Morning Pages and my Writing Style by Olivia

This summer I attended Vanderbilt Summer Academy’s “Novel Writing” course. In the class, I was able to explore my prose style in the development of my novel and was introduced to several new writing techniques. I still use many of them today, but one has completely changed my writing style: Morning Pages. As a child and self-proclaimed aspiring author, I ironically could never keep a diary. It might have been the pressures of living up to that of Junie B. Jones, but filling up a diary seemed far too daunting.

Morning Pages took away that pressure and changed the entire scope of my writing style. The activity is simple: write. For fifteen minutes, sit at your desk, on your floor, on your bed; pen, pencil or marker in hand and write. Turn on the timer on your phone and write whatever comes to your head first. You can draw or doodle, but for fifteen minutes fill up the pages of your journal – no agenda, no pressures; just write. The goal for the activity is typically three pages, but I have found it most helpful to set a time limit.

When I first heard about this activity, I admit, I was skeptical. It seemed far too simple. But Morning Pages has completely changed the way that I write. My writing has become more focused and controlled, and “writer’s block,” (whether you believe in it or not), invades my brain far less frequently now. Even on days when I am not writing, Morning Pages has helped me to stay focused on my schoolwork.

For me, writing typically comes in three phases. A slow start, a sudden shift and a gradual fall. If you have been writing for a while, you might be familiar with the feeling. You start writing, and for a while nothing worth keeping seems to end up on the pages in front of you. Then everything suddenly makes sense, and your handwriting gets messier because your brain is working quicker than your hand, or your fingers are racing across the keyboard to keep up with the brilliant metaphor you just came up with. But then, slowly, your brain begins to shut down as if saying, “That’s enough for today, try again later!” Your handwriting gets neat again, and you know you’re probably finished writing for the day. Morning Pages has changed that completely. I now find starting to write much easier and a scene that would have taken me an hour to write now takes half the time.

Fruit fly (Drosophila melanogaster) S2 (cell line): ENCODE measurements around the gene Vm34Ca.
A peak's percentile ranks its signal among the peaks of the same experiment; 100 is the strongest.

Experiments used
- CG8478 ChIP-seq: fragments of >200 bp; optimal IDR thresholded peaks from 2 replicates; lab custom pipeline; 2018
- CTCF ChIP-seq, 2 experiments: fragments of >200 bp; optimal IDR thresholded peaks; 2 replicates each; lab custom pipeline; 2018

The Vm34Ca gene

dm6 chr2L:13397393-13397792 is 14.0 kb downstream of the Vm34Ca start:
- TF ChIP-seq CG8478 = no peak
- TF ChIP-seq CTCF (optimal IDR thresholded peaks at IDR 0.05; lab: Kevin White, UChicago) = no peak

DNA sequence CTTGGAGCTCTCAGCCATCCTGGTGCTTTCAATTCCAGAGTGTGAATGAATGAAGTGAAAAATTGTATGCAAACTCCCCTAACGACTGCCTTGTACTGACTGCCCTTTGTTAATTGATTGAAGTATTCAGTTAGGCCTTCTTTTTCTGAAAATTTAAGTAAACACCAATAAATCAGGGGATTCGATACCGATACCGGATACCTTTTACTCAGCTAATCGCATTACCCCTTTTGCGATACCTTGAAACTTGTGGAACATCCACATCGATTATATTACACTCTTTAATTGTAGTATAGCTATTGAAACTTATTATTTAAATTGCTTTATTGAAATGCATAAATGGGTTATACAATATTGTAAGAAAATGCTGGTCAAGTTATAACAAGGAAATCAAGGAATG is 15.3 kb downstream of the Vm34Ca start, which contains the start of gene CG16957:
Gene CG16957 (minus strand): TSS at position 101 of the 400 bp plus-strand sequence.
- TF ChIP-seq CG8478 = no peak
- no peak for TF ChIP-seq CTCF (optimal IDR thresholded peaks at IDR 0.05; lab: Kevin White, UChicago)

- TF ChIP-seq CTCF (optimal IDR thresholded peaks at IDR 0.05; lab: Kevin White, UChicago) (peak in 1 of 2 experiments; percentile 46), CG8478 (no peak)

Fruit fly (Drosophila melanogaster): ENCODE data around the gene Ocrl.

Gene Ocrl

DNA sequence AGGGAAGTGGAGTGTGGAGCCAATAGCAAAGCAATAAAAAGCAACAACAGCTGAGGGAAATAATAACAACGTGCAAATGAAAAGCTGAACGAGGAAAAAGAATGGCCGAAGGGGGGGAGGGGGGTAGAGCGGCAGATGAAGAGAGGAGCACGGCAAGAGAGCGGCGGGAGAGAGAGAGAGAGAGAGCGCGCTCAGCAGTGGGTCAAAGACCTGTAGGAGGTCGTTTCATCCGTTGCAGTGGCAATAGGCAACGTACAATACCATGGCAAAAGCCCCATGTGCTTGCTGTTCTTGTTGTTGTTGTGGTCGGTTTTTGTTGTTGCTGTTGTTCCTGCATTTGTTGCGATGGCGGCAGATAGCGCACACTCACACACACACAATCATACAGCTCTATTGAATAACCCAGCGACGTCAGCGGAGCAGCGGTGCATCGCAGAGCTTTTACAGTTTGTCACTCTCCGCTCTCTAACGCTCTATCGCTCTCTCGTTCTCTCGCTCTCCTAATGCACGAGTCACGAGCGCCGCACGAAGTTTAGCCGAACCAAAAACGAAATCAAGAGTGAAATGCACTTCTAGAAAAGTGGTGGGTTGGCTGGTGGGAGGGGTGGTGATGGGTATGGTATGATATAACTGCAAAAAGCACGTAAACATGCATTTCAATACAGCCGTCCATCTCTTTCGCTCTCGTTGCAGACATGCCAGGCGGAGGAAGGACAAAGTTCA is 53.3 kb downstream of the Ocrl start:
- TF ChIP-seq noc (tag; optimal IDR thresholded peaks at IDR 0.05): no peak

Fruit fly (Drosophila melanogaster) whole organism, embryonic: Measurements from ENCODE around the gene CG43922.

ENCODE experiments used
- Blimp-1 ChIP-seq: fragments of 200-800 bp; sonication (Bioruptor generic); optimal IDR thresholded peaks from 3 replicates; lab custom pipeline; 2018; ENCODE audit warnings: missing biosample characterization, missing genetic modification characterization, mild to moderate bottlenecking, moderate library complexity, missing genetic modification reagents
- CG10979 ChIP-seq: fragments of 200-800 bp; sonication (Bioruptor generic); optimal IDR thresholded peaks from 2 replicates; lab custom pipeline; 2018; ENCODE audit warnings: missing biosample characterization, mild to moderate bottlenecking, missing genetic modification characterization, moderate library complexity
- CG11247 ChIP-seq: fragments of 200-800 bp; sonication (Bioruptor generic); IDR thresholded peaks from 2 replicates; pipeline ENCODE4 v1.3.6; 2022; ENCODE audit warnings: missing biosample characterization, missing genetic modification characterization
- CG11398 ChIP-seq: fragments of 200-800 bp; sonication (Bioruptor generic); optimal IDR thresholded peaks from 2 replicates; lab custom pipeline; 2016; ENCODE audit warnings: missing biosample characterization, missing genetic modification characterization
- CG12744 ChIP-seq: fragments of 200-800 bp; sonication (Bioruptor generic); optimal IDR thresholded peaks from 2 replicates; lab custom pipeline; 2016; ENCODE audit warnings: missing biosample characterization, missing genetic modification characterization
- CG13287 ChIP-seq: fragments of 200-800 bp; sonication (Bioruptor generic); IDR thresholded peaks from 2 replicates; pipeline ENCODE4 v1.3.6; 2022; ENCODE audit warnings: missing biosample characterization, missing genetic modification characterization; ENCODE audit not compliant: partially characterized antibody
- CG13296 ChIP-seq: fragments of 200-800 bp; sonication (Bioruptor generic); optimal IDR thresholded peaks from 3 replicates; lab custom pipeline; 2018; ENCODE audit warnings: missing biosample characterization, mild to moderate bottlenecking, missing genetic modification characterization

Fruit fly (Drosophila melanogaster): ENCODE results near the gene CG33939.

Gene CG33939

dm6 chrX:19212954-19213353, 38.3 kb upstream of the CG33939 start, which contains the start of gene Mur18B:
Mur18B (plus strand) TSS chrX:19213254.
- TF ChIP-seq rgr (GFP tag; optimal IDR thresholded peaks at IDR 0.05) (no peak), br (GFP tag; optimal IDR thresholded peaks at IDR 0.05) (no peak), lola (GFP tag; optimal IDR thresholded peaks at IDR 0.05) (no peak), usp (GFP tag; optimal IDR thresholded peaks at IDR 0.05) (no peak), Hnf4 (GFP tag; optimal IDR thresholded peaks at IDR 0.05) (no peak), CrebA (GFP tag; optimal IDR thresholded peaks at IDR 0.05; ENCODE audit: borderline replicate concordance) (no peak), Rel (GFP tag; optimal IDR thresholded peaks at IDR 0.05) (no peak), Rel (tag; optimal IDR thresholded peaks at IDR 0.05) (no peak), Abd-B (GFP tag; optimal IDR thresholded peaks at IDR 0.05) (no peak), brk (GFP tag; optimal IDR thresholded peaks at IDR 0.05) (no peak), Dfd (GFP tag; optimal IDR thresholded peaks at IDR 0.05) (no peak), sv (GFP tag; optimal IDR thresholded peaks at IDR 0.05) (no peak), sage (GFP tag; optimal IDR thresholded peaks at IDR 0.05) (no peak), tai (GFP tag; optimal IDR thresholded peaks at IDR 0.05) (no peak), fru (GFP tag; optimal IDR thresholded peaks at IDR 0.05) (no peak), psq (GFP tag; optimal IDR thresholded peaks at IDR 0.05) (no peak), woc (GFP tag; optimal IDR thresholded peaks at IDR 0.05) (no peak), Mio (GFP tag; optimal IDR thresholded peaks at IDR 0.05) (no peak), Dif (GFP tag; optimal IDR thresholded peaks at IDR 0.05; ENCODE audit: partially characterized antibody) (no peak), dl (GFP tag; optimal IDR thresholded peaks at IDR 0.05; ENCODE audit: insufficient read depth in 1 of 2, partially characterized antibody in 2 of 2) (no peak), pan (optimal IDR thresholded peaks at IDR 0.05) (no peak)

I don’t know if it’s the low expectations or the removal of diary stereotypes, but I now have almost two full notebooks and I’ve only been doing this activity since June. I would like to think that I will continue this activity for the rest of my life, and would strongly recommend it to anyone that is even remotely interested in writing.


Posted on November 16, 2016, in Editorial Board Essay. Bookmark the permalink. 4 Comments.

  1. I’m definitely going to try this, Olivia! It looks like it’s super helpful for not just general writing inspiration, but also possible for NaNo. Thanks for sharing!! 🙂

  2. For my family, we always had extra homework where we wrote 300 pages every day. Now we do this kind of thing in a few minutes and typically go a few thousand words over the goal.

  3. Also, I found that my dreams are some of the most useful things ever. They can pull such incredible emotions out of me that I wake up crying, or terrified. Without thinking, I tend to just write this down, and this helps fill novels and diaries and whatnot. I recently had my best dream ever, with ideas aplenty. For me, filling a journal is hard because without ideas, I cannot write. I can’t put anything down on paper if there is no inspiration, no drive. If I do, it ends up being bland, and I hate myself when I write something so boring as that it hurts to read.

  4. I’ve never heard of Morning Pages, but it seems really cool to try!!!

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